It’s been 157 years since USA prohibited slavery, understood as the act by which one person is the legal property of another.
However, there is an exemption for convicted prisoners.
In most of the US, slavery is still legal as punishment for a crime.
But on November 8, voters in five states (Alabama, Louisiana, Oregon, Tennessee, and Vermont) will decide whether to remove these exemptions from their state constitutions in an effort to outlaw slavery altogether.
The result could allow prisoners to stop being subjected to forced labor.
Some 800,000 inmates currently work for pennies, or for nothing at all.
Seven states do not pay prisoner workers any wages for most job assignments.
Supporters of the change say it is a loophole that allows for exploitation and must be ended.
But critics argue that removing that exemption is not affordable and could have unintended consequences for the criminal justice system.
“I worked for 25 years and came home with $124”
The modern system has its roots in centuries of slavery for African-Americans, human rights researchers say.
In the years following the ban on slavery, laws were passed specifically aimed at suppressing black communities, forcing them into prisons where they would be required to work.
Nowadays, some incarcerated black Americans are still forced to pick cotton and other crops in the southern plantations where their ancestors were chained.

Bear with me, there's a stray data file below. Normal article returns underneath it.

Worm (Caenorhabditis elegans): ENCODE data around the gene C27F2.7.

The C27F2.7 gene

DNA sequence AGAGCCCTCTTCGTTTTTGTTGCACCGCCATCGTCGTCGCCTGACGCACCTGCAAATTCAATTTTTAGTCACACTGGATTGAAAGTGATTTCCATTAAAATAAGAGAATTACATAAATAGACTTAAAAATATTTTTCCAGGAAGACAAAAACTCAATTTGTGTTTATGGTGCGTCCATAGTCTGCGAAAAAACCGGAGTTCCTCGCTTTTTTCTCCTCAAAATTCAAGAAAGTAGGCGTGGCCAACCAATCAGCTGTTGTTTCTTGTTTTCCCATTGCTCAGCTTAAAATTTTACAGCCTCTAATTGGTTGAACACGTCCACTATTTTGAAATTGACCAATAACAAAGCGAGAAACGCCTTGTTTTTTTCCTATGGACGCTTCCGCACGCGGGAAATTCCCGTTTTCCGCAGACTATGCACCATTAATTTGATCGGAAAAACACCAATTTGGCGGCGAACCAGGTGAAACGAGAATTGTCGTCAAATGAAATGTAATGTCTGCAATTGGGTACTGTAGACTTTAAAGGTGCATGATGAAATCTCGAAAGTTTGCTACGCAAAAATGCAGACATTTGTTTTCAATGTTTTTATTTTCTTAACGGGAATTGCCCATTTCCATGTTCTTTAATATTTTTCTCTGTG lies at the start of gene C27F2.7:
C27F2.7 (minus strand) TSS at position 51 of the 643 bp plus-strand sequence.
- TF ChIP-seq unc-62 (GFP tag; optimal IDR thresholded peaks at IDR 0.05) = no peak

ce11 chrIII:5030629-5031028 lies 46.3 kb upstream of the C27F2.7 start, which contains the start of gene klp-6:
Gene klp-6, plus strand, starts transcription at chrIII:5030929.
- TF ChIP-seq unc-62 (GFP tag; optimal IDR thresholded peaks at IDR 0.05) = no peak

“The United States of America never had a day without codified slavery”says Curtis Ray Davis II, who spent more than 25 years serving hard labor in a Louisiana prison for a murder he didn’t commit, before being pardoned in 2019.
Davis held a variety of jobs at the Louisiana State Penitentiary — nicknamed “Angola” after the country from which many of the African slaves were brought to that area.
“I worked for 25 years and came home with $124,” describes Davis, who has never been paid more than 20 cents an hour for his work. It was “against my will and at gunpoint,” she says.
About 75% of the inmates at the penitentiary are black, according to the Innocence Project, a group that works to exonerate wrongfully convicted inmates.
They argue that “Angola” is essentially a place where american slavery never ended.
“Although slavery was abolished, it was really just a transfer of ownership from private slavery to, literally, state-sanctioned slavery,” says Savannah Eldrige of the National Abolish Slavery Network.
His organization has been working to expand the number of states that ban slavery without exception, and has tried to persuade Washington lawmakers to pass a similar law to amend the US Constitution.
Colorado, Nebraska and Utah have passed measures banning all forms of slavery since 2018.
Eldrige points out that the move garnered bipartisan support, the only way it could pass in Republican-dominated Utah and Nebraska.
In 2023, he predicts that 18 state legislatures will vote on legislation to outlaw slavery.
Few opponents have spoken out against efforts by states to eliminate the language of slavery.
The move met with some resistance from critics who say it would be too costly to pay prisoners proper wagesthat they do not deserve the same compensation, or that the changes could harm the same inmates.